Nutrition for a 12 month old: 

Formula and Pumped Breast Milk:

can now begin introduction to Cow’s Milk

8 ounces at meal times or 2-3 times per day; 

Transition to whole milk, start by slowly introducing (think ½ formula and ½ whole milk offered to start then gradually transition to solely whole milk)

Breastfeeding:

Around 3-5 times per day, listening to toddler’s hunger cues

Solids:

3 meals and 2 snacks per day

Water

8-32 ounces per day; based off toddlers cues 

Developmental Disabilities and When to Be Concerned:


Concerns about your child's developmental milestones should arise if you notice significant delays or regressions in their progress. While every child develops at their own pace, there are certain red flags that might indicate a potential developmental disability. If your baby consistently fails to achieve milestones within the typical age range, if they lose previously attained skills, or if they exhibit unusual behaviors such as persistent lack of eye contact, limited responsiveness to sounds or voices, difficulty feeding, or extreme irritability, it's important to consult with your pediatrician.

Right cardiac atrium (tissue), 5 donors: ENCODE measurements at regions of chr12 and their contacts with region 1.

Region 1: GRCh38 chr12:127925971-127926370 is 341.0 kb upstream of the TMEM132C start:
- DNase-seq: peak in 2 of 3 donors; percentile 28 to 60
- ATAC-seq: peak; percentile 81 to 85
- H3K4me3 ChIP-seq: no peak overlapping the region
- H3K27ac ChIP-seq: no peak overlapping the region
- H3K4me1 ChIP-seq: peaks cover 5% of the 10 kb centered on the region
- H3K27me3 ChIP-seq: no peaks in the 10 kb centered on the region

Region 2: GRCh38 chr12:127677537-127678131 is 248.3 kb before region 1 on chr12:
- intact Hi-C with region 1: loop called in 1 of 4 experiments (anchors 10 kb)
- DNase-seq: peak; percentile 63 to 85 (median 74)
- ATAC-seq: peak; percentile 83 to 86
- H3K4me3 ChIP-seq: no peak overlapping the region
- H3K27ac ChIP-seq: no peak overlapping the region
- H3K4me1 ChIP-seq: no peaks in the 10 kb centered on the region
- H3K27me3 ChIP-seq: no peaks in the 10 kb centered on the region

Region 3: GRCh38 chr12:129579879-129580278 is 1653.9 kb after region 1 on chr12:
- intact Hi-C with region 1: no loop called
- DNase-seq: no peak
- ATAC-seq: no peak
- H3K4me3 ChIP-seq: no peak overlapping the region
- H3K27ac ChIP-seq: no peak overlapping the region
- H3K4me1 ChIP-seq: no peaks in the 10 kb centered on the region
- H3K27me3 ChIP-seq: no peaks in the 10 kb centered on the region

Early intervention is crucial in addressing developmental delays or disabilities, as it allows for timely support and therapies that can significantly improve outcomes for your child. Trust your instincts as a parent, and don't hesitate to seek professional guidance if you have concerns about your child's development.


Developmental Milestone and Typical Age of Achievement

Smiling

2-4 months

Laughing

4-6 months

Rolling Over

4-6 months

Crawling

7-12 months

Seeing in Full Color

5-7 months

Talking

12-18 months

Walking

12-15 months 

As you navigate this journey with your little one, if you feel like you need additional nutrition support, seek out help from a pediatric dietitian. They can help you find the best approach to support your child’s nutrition and growth using their extensive training. 

Every infant has a unique and special growth journey ahead of them from birth until the first year. It is exciting and wonderful to witness how much they progress in such a short amount of time. Congratulations to making it through the first year of milestones! 

Written by
An image of the Author and Top Nutrition Coaching nutritionist, Nicolette
Sarah Keathley MS, RD, LD